Wednesday, 1 December 2010

Genius Footballers

An interesting few pages in the aforementioned Soccernomics book I am reading concerns penalties, and the best strategies to adopt when taking them. A penalty taker who always aims for the same side will of course soon be found out, so all penalty takers have to mix it up. But how often should they stray from their natural side given that their chances of scoring are somewhat reduced by shooting to the unnatural side?

This is called a “mixed-strategy” by game theorists, and are “peculiar because they require the actor to incorporate randomness into decision making. Should I go to the pub or the cinema? A mixed strategy requires me to toss a coin, which sounds odd, since one might expect that I prefer one to the other.” *

The research showed that the optimal mixed-strategy (after taking into account the probability of the goalkeeper guessing right) is for a penalty taker to hit 61.5 percent of his kicks to his natural side, and 38.5 percent to the other. In reality, the penalty takers in the study (of 1,417 penalties) got remarkably close to this, hitting 60 percent to the natural side, versus 40% to the other. (No mention of how penalties straight down the middle were counted).
All this shows the extraordinary amount of subconscious thought that goes into playing top-level soccer. Previous studies in game theory have shown that people could construct random sequences if the problem was first explained to them in some detail. Nobody is suggesting that footballers have sat at home reading up on mixed-strategy equilibria. Rather, the best players intuitively grasp the truth of the theory and are able to execute it.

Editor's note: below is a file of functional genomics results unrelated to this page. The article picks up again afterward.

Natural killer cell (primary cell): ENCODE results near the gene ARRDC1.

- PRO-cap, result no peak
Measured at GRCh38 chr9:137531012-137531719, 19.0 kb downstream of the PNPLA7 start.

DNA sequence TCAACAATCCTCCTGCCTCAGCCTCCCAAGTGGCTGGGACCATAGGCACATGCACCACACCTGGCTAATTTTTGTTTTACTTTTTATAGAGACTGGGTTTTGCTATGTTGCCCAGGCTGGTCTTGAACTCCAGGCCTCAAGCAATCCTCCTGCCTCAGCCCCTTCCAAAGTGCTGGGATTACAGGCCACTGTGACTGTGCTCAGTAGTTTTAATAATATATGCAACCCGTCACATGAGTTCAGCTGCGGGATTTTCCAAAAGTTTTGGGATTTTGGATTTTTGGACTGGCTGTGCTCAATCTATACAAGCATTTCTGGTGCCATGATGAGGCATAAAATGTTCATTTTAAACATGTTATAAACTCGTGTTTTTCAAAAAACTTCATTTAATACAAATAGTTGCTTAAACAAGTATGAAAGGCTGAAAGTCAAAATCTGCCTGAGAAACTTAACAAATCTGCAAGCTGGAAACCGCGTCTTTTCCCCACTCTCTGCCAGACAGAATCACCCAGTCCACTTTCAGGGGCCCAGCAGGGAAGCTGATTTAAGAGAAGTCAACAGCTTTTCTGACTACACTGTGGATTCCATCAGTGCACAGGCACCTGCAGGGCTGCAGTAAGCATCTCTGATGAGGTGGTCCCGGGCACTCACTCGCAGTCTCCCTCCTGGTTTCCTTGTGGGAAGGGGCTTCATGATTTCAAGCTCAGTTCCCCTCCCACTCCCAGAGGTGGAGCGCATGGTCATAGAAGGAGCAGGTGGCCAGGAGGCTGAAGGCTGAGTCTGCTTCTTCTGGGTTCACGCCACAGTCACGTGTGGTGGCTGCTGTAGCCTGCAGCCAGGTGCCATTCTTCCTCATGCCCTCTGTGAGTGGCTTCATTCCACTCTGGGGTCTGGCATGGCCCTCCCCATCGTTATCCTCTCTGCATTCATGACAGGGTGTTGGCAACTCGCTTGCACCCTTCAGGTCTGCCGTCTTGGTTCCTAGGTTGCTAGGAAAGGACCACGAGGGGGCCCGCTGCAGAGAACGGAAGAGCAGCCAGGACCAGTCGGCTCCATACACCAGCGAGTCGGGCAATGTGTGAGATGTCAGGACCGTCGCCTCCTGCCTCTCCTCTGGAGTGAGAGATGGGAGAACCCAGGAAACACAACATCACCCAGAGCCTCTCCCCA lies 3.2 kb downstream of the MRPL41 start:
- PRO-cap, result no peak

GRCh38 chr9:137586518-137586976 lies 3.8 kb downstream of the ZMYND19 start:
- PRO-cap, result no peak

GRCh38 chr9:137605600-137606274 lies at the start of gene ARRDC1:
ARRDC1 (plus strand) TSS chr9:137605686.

Apparently Franck Ribery would not know which way he was going to shoot even after he had started on his run-up!

* I’ve tried tossing a coin myself to help make decisions. It doesn’t work, or rather, it does, but not directly.

If I am ever torn between two choices, and elect to decide the issue on a coin toss, as soon as the coin lands, there is always a slight feeling of elation or of disappointment. It’s the revelation of that emotion that makes my decision for me, not the direct result of the coin toss. I hasten to add that I’m not usually indecisive. No, wait, actually that’s not always true. Well, sometimes it is…

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